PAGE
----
The Charlestown-based business offers bespoke wedding and event florals and daily blooms that are “unstructured, wild and on-trend” in style.

“Pulling inspiration and elements from my design background and working with trending colour schemes, textural pieces, and interesting botanics, I love to bring memorable floral moments to life,” says Clark.

She says “watching the floral seasons come and go and the excitement that comes with each flower newly in season” is among what she enjoys most about her work. 

30 Pearson Street, Charlestown Square

Little Wren Flowers

Floral designer Lucy Shepherd began working at Little Wren Flowers in 2018 and has since taken over the business.

Established in 2013, Little Wren Flowers offers floral consultations by appointment for weddings and events. The business operates out of a warehouse space in Maryville alongside Crab Apple furniture hire and The Wedding Designers styling service.

“Together, we are a one-stop-shop for all your wedding needs,” says Shepherd of the collective.

She describes the Little Wren aesthetic as one that blends their “deep love for the unaffected beauty of Australian wildflowers” with a “boho vibe and free form arrangements”.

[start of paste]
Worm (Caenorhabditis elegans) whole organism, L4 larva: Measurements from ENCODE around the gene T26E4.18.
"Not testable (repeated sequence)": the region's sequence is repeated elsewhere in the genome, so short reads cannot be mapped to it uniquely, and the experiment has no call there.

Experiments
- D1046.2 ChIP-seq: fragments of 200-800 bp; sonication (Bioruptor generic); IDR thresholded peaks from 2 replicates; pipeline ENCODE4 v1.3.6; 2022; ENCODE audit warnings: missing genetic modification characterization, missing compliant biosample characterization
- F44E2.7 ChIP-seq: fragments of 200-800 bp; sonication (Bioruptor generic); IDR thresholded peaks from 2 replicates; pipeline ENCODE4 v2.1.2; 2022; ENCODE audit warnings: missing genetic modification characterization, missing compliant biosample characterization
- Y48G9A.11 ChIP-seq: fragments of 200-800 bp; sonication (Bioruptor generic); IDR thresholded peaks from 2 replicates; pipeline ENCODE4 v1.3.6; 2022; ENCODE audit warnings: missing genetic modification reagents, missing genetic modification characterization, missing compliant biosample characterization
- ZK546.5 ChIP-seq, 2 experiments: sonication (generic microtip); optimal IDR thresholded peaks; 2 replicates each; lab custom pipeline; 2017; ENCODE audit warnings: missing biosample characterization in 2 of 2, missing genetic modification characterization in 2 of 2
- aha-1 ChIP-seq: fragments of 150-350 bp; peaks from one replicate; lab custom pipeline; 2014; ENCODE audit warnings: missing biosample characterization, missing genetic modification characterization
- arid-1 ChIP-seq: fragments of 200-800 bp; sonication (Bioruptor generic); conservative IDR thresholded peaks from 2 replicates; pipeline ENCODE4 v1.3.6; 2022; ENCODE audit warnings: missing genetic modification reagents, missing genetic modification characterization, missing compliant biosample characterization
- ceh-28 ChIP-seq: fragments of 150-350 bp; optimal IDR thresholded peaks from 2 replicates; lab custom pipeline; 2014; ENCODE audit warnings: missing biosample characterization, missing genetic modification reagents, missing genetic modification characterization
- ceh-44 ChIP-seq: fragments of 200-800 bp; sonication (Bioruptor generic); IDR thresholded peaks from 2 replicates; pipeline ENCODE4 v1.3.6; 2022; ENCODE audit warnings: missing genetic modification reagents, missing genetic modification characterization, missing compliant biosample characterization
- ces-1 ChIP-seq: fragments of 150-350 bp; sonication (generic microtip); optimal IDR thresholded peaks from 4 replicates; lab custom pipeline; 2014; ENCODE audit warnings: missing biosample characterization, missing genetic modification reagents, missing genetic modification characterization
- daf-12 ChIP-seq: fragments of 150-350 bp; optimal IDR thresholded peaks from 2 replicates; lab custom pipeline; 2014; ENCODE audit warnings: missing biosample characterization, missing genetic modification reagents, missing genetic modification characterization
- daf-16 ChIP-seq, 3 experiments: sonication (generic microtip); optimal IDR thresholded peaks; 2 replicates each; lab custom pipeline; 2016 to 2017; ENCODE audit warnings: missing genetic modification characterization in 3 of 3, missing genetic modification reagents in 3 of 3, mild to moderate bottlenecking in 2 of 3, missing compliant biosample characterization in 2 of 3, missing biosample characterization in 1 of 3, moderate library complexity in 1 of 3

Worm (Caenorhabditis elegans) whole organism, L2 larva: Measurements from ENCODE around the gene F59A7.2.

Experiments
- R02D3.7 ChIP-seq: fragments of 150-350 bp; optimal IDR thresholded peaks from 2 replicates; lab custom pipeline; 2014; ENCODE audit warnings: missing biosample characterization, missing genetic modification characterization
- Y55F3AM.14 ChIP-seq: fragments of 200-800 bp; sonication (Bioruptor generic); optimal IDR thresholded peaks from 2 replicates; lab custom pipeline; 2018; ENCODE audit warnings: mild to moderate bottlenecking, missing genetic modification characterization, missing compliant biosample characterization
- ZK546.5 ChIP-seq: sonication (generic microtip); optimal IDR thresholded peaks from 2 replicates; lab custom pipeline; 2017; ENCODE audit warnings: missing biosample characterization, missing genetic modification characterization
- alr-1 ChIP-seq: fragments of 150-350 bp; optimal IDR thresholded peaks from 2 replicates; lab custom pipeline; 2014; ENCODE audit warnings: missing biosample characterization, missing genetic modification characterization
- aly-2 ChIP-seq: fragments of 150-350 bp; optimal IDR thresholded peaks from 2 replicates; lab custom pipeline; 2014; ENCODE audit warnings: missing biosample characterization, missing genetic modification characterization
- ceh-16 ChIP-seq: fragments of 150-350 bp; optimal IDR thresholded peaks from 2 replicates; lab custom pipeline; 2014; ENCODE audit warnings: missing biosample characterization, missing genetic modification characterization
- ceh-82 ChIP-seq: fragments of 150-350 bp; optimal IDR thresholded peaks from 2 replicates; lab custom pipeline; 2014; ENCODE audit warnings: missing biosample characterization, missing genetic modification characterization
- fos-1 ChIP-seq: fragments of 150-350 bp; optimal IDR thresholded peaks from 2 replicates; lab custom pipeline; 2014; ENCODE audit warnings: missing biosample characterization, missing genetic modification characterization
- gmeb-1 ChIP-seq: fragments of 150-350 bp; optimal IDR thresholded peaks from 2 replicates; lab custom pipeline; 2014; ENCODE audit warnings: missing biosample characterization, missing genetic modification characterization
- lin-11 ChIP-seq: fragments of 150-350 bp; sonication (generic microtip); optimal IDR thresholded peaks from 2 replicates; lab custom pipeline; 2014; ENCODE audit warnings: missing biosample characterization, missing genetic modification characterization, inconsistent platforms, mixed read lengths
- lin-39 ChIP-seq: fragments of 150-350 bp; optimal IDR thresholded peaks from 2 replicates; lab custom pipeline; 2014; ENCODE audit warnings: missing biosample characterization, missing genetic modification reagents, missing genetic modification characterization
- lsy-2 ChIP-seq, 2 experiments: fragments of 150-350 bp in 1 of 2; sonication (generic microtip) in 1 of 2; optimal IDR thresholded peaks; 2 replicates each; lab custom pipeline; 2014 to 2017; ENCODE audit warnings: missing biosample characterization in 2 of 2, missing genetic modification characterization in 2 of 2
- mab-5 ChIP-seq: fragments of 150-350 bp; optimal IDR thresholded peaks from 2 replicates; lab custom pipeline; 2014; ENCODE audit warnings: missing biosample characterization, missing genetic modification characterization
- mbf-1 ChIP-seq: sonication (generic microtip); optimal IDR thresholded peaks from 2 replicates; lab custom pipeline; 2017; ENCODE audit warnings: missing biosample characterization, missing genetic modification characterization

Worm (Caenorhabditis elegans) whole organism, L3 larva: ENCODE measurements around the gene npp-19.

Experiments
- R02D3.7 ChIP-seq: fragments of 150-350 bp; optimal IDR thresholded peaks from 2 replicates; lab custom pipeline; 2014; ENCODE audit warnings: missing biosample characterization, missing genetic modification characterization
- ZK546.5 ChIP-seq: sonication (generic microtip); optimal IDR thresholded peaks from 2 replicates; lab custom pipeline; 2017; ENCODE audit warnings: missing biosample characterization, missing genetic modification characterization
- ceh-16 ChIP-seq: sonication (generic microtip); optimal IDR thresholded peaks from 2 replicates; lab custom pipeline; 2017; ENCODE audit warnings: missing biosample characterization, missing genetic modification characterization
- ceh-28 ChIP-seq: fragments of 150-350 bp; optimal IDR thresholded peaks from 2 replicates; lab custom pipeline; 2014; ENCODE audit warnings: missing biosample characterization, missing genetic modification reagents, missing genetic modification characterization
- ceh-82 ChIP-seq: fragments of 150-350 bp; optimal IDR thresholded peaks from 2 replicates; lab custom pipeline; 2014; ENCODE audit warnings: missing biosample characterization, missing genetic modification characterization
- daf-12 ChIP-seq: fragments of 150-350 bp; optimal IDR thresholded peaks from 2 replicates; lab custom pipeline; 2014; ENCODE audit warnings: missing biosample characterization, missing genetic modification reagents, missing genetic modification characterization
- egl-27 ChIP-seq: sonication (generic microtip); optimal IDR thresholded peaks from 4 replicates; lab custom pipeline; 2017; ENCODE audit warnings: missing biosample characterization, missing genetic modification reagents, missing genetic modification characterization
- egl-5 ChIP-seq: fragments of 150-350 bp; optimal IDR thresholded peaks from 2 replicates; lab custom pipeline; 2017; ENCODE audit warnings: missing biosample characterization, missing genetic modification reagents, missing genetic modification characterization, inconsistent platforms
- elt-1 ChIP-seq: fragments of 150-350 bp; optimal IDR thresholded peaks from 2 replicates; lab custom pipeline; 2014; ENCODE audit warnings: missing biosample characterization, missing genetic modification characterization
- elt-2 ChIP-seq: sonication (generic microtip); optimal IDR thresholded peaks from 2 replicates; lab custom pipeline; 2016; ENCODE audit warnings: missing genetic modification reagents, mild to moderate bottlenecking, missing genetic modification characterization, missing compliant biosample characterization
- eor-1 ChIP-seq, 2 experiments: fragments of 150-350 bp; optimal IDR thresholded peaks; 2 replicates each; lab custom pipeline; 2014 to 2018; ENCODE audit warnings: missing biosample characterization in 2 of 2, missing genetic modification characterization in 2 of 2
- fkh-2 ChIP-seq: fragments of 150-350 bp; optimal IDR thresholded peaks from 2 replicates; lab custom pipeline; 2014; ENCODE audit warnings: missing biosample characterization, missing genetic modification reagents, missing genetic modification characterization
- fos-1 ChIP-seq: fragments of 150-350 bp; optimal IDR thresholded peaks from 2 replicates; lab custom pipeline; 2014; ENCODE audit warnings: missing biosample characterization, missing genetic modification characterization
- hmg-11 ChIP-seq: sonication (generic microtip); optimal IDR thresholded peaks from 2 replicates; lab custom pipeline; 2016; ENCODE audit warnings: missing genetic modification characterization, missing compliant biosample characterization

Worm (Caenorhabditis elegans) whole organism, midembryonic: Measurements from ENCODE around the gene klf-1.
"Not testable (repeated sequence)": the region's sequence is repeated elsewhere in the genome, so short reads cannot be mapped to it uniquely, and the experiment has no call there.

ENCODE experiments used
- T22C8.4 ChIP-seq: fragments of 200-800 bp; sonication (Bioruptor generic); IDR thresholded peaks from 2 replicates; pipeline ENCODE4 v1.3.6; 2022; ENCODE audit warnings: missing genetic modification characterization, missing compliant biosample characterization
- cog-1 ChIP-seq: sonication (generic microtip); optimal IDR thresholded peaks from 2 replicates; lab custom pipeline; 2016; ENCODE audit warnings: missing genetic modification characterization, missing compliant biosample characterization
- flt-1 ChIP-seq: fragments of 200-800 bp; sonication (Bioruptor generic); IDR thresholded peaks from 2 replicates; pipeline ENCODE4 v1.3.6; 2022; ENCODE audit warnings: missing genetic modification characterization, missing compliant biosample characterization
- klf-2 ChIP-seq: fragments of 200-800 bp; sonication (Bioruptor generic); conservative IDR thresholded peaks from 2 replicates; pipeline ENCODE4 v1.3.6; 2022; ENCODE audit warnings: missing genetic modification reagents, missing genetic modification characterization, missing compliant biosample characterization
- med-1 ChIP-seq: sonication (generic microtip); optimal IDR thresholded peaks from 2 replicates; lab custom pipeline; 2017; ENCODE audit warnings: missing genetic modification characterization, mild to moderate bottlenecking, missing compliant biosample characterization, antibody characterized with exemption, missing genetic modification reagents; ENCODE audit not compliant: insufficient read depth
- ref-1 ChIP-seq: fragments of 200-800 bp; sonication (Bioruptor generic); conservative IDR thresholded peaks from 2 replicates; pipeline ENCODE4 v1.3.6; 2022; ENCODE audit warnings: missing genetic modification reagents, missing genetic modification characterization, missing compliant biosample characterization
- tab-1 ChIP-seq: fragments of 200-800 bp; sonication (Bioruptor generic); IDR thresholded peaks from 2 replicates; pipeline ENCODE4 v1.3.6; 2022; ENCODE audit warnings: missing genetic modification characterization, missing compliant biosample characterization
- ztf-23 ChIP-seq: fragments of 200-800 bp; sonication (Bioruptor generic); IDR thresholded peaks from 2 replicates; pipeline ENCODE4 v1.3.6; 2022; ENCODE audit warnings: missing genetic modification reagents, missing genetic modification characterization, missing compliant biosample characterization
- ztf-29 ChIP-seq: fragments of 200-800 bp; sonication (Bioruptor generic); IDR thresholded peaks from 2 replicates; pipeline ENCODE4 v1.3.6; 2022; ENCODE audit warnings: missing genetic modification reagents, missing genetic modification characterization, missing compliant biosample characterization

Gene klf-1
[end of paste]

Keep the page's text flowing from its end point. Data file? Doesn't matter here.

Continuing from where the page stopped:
“I love flowers and the process of creating. The design possibilities are endless! Each and every flower is beautiful and, for me, it’s all about giving each bloom the space to be beautiful.”

Shepherd also runs workshops. “It’s always so rewarding to encourage the participants and bring out their creativity. I’m constantly blown away by the stunning wreaths and arrangements they make!”

7-11 Harrison Street, Maryville

Still Life – Floral Art

While Still Life-Floral Art started life as a brick-and-mortar store at The Junction in 2018, it has – in recent months – transitioned into a wholly online business.

“We offer everyday bouquets and gift hampers through our website, servicing the Newcastle region, within ten kilometres from The Junction,” says its owner and head florist Maia Fung.

“Still Life-Floral Art is also a premium wedding floral service, specialising in unique and modern floristry.”

Fung, who has a background in visual arts and sculpture, says she loves using seasonal blooms to create “bold and elegant” florals. Over the last five years, she has worked with more than 80 couples on their wedding and elopement flowers.